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A welcome gift from the church thrift store

A welcome gift from the church thrift store

When the Little Thrift Store of the Episcopal Church of the Good Shepherd in Dunedin, Florida received an ornate pearl collar necklace, it reminded the volunteer staff of the Episcopal Church Women ministry of someone. Instead of adding it to their inventory for sale, they mailed the piece to Supreme Court Justice Ruth Bader Ginsburg with a get-well note, saying, “we knew no one could wear it like you.”

Photo credit: Miriam Benitez-Nixon

ABC7 Chicago reports:

Workers sent get well letter to US Supreme Court Justice Ruth Bader Ginsburg after the justice had surgery to remove lung cancer. They also sent a pearl collar for her collection. …

The note they penned read: “We pray for your speedy recovery.” 

“She is hanging on. Somebody at her age and what she’s gone through would have probably given up already,” said Miriam Benitez-Nixon. 

Some of the volunteers at the shop are in their 80s as well. 

“And here she is reading her stuff, reading briefs at home while you know, she’s convalescing,” said Benitez-Nixon. 

Justice Ginsberg wrote back, thanking the women and promising to wear the pearl collar on her return to the Supreme Court bench.

Photos of both letters, along with the pearl collar, have been widely shared on Facebook and news outlets.

For a story including video of the Church of the Good Shepherd Little Thrift Store, visit Thanks to the Diocese of Newark on Facebook whose photo story brought the exchange to our attention.

Photo credit: Miriam Benitez-Nixon


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Brother Tom Hudson, OPA

“While Jesus was in Bethany in the home of Simon the Leper, a woman came to him with an alabaster jar of very expensive perfume, which she poured on his head as he was reclining at the table. When the disciples saw this, they were indignant. “Why this waste?” they asked. “This perfume could have been sold at a high price and the money given to the poor.” Aware of this, Jesus said to them, “Why are you bothering this woman? She has done a beautiful thing to me. The poor you will always have with you, but you will not always have me. When she poured this perfume on my body, she did it to prepare me for burial. Truly I tell you, wherever this gospel is preached throughout the world, what she has done will also be told, in memory of her.” –Matthew 26:6-13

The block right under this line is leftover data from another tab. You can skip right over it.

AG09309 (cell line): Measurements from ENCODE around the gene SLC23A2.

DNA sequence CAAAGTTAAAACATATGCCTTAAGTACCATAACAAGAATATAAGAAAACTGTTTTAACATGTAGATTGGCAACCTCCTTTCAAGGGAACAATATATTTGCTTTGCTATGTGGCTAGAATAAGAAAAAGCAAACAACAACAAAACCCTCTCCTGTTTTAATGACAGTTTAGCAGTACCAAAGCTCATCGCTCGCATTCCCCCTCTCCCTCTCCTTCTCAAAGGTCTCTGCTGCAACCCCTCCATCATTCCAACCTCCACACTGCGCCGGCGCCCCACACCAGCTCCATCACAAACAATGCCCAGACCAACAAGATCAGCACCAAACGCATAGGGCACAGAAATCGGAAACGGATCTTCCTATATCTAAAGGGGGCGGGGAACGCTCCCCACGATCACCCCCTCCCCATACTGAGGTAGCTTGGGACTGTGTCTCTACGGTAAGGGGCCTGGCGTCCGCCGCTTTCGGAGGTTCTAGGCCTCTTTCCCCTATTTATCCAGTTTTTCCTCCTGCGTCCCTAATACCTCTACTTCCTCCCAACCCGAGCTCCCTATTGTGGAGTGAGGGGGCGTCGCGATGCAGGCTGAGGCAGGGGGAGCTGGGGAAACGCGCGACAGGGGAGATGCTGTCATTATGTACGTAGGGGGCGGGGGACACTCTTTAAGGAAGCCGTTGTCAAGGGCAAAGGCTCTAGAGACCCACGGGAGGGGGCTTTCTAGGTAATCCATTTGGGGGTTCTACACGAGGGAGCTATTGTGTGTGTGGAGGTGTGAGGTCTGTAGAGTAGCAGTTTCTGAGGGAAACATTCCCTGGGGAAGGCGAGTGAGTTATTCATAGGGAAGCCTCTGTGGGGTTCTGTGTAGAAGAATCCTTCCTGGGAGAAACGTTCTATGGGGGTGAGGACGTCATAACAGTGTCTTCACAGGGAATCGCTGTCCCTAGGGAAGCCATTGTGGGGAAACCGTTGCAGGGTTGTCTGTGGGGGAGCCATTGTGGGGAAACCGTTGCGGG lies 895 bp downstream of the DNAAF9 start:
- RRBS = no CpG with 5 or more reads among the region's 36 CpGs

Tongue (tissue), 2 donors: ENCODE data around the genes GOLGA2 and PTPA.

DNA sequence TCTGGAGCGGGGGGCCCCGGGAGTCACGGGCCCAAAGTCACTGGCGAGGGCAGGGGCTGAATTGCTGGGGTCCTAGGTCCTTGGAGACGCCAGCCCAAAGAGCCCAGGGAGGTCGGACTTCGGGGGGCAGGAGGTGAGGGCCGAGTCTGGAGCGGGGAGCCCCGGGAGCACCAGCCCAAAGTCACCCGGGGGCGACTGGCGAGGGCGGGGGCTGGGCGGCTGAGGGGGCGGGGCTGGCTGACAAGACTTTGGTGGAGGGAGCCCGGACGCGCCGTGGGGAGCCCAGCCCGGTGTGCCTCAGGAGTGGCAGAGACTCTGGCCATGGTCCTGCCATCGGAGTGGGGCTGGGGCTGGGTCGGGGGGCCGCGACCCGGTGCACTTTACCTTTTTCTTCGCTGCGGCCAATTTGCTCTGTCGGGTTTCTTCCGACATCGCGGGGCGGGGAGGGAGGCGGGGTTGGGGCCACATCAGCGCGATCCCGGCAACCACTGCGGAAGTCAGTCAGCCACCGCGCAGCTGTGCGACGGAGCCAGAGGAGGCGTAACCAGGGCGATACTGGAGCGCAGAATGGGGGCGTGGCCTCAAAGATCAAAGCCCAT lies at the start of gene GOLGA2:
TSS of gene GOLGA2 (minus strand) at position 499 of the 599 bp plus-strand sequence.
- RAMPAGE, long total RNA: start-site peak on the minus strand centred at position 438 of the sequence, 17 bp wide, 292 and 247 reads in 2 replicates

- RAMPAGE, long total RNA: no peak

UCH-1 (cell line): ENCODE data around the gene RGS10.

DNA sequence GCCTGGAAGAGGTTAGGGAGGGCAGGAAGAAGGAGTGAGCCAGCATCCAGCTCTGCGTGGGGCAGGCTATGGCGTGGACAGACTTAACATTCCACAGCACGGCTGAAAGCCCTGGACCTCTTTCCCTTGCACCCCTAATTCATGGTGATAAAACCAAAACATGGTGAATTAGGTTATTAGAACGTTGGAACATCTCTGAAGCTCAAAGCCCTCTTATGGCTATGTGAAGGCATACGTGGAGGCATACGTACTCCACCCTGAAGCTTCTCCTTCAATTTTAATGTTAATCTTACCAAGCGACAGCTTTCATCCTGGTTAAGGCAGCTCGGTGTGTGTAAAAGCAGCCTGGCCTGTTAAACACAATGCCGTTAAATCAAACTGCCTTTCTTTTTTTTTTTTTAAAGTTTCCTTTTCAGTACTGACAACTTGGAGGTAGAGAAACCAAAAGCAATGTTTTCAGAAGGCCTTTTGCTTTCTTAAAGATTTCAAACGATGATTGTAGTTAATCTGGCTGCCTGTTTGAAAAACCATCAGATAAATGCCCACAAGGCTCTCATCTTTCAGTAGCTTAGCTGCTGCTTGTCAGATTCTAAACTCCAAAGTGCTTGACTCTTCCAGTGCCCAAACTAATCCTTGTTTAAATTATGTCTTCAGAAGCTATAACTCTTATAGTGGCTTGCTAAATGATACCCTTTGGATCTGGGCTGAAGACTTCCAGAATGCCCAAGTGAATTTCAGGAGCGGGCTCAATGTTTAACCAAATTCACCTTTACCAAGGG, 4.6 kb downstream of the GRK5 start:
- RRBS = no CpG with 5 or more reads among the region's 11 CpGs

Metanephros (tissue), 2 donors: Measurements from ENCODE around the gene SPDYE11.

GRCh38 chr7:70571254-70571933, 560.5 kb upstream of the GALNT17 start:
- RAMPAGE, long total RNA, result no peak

The same story appears in all four gospels, so it must have made an impression on the first Christians. Perhaps we can learn from it today.

JoS. S Laughon

To invite comparison here is to, of course, invite comparison between an American political figure and God the Son, which seems inappropriate.

Gregory Orloff

Given the messianic adulation paid to some American political figures by some ostensibly religious (and quite well-heeled) figures nowadays, with nary a comment, a protest or a raised eyebrow in many quarters, perhaps thou dost protest too much over this case of simple human kindness and thoughtfulness.

JoS. S Laughon

Strange story. A charity donating a piece of a jewelry to a wealthy member of the political elite.

Gregory Orloff

Or not that strange of a story. Perhaps just a story of a group of volunteer women sending a get-well gift to a woman in public service whom they admire, to cheer her up while she recovers from a serious challenge to her health. In other words, just a nice human gesture.

JoS. S Laughon

Well wishing or gift giving is all well and good. For a Christian charity to redirect funds for the poor for a piece of jewelry for a fairly wealthy and powerful figure seems odd. It was no doubt well intended but poorly thought out, defending it as others on this thread do by comparing it to anointing Christ before His Passion, seems bordering on absurd.

Gregory Orloff

The best thing to judge is our own individual motives, frequency and lavishness in what we give (or don’t give) in charity to the poor and kindness toward the sick, rather than the motives, frequency and lavishness of others in what they give (or don’t give) in charity to the poor and kindness toward the sick. It’s part of that whole “splinter in someone else’s eye, log in one’s own” that Christ Jesus spoke about. God bless these church women for what they do in both regards, be it charity for the poor or kindness toward the sick.

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